David Cameron in his Conference speech on Thursday 8th October spoke about opportunity “I know how lucky I’ve been to have the chances I had. And I know there are children growing up in Britain today who will never know the love of a father. Who are born in homes that hold them back. Who go to schools that keep them back. Children who will never start a business, never raise a family, never see the world. Children who will live the life they’re given, not the life they want. That is what I want to change. I want every child to have the chances I had.”
Opportunity has been missing for the poorest in society and they need more than a lottery ticket to escape poverty. I am not talking just about the children growing up now but the preceding generation, the so-called NEETS and NINJA’s. They are entrenched in economic dependency with no motivation to work as frequently they are better off financially by staying on benefits. Many aren’t interested in working even when offered the opportunity, as the old saying goes “you can lead a horse to water but you can’t make it drink”. Well they certainly know how to drink but they have never been led to water! What would happen if real opportunity came crashing in on their lives? Opportunity in the form of skills training, mentoring and micro venture funding. The opportunity to begin apprenticeships without formal qualifications. Opportunities that can build respect, self esteem and encourage ambition. Some would respond and through hard work begin to benefit from the change in their circumstances, in turn maybe their success would rub off on others.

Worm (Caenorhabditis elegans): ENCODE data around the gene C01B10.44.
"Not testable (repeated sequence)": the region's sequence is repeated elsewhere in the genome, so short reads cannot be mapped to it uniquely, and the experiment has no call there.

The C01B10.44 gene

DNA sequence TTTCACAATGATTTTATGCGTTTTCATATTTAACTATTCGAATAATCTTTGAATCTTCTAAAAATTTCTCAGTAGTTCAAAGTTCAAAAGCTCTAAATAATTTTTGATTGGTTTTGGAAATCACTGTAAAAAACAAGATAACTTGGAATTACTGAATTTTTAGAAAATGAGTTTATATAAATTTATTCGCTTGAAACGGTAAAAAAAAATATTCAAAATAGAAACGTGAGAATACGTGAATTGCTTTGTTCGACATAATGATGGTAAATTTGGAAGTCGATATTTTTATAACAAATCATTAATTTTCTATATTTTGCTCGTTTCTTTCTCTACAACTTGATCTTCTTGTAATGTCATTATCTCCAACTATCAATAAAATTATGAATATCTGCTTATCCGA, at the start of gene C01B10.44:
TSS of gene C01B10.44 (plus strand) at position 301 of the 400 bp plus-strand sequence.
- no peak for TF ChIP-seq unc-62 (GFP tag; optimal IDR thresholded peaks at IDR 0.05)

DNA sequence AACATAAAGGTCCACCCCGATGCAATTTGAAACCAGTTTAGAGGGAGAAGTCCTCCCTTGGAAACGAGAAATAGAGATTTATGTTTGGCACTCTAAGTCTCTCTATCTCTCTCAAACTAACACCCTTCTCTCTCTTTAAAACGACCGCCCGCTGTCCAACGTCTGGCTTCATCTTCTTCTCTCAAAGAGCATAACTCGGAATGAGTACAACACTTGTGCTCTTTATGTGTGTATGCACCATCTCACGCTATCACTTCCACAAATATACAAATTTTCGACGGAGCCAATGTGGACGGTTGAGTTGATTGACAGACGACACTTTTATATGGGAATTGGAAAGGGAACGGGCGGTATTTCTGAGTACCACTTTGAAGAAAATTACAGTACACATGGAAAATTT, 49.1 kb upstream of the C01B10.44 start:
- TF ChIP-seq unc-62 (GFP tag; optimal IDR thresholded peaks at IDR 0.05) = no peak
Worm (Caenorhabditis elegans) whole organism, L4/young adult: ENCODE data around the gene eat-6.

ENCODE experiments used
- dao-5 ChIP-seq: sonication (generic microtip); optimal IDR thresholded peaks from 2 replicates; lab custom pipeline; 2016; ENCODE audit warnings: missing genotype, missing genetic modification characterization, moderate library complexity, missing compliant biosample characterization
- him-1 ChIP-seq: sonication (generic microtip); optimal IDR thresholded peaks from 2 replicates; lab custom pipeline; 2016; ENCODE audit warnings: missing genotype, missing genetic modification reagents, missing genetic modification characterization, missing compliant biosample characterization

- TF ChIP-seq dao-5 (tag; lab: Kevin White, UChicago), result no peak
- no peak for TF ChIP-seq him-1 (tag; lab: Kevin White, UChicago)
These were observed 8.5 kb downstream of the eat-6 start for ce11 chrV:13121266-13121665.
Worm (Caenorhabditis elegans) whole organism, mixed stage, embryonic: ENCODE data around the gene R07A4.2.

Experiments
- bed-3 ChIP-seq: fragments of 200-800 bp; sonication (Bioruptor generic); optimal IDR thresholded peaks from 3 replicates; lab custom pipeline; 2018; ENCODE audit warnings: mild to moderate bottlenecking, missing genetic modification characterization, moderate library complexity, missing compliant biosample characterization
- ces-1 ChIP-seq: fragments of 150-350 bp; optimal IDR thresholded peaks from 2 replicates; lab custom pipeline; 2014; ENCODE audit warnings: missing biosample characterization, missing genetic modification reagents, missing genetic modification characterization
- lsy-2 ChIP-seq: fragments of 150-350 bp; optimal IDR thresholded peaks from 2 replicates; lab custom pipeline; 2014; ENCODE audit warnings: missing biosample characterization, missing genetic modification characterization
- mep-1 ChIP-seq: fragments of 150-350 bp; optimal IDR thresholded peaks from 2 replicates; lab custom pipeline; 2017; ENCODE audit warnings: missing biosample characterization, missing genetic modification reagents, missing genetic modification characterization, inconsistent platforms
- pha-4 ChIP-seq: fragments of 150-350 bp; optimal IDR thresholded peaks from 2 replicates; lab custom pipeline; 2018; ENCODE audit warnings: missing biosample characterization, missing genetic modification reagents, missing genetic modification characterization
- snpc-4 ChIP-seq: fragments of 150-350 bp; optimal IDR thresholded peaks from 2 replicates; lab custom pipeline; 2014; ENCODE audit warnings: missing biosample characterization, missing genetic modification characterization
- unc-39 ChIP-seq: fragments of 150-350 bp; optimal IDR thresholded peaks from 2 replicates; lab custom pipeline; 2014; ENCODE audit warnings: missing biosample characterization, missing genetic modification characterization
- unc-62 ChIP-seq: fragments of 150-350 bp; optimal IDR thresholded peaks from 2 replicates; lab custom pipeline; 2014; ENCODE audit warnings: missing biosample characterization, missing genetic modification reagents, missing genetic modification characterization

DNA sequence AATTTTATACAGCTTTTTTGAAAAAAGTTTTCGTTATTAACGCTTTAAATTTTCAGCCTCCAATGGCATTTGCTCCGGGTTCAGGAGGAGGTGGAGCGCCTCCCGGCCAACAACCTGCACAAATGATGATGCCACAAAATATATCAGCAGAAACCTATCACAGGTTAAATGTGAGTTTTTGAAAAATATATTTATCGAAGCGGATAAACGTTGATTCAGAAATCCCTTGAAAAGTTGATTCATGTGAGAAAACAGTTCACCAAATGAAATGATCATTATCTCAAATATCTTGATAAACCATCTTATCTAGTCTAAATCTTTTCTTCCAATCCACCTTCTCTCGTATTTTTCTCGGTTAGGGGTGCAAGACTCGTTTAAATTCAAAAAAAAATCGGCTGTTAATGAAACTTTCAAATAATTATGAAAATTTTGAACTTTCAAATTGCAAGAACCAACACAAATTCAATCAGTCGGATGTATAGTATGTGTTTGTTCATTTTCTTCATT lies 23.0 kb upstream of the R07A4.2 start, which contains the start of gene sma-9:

Top down state solutions do not work as public servants have to tick boxes for ministers and are not free to react to individual needs. Those of us in the business community however are unencumbered by bureaucracy therefore allowed to think laterally and react appropriately to individual needs. Stop for a moment to consider your own situation and how you might be able to contribute. I was inspired by the Get Britain Working Campaign to set up local Job Clubs and can testify first hand the good that comes from people getting alongside one another when facing the difficulties bequeathed by unemployment. I have introduced a second strand to the Clubs where those prepared to start their own ventures have the opportunity to be mentored and even funded by members of our local business community. Mentoring in itself is socially cohesive creating friendships between people whose paths would not otherwise have crossed. This is more a case of leading someone to water and having a drink with him! Could you start a Job Club in your community or support budding entrepreneurs?
We assume Great Nation stature in times of adversity and maybe this deep recession will manifest the legendary but dormant British qualities of cooperation, courage, determination and hard work to overcome looming economic and social bankruptcy. David Cameron’s vision of a modern Conservative Britain deserves to succeed and we must take responsibility to make it happen.
I would enjoy hearing from anyone who might consider forming a Job Club: please use our contact form.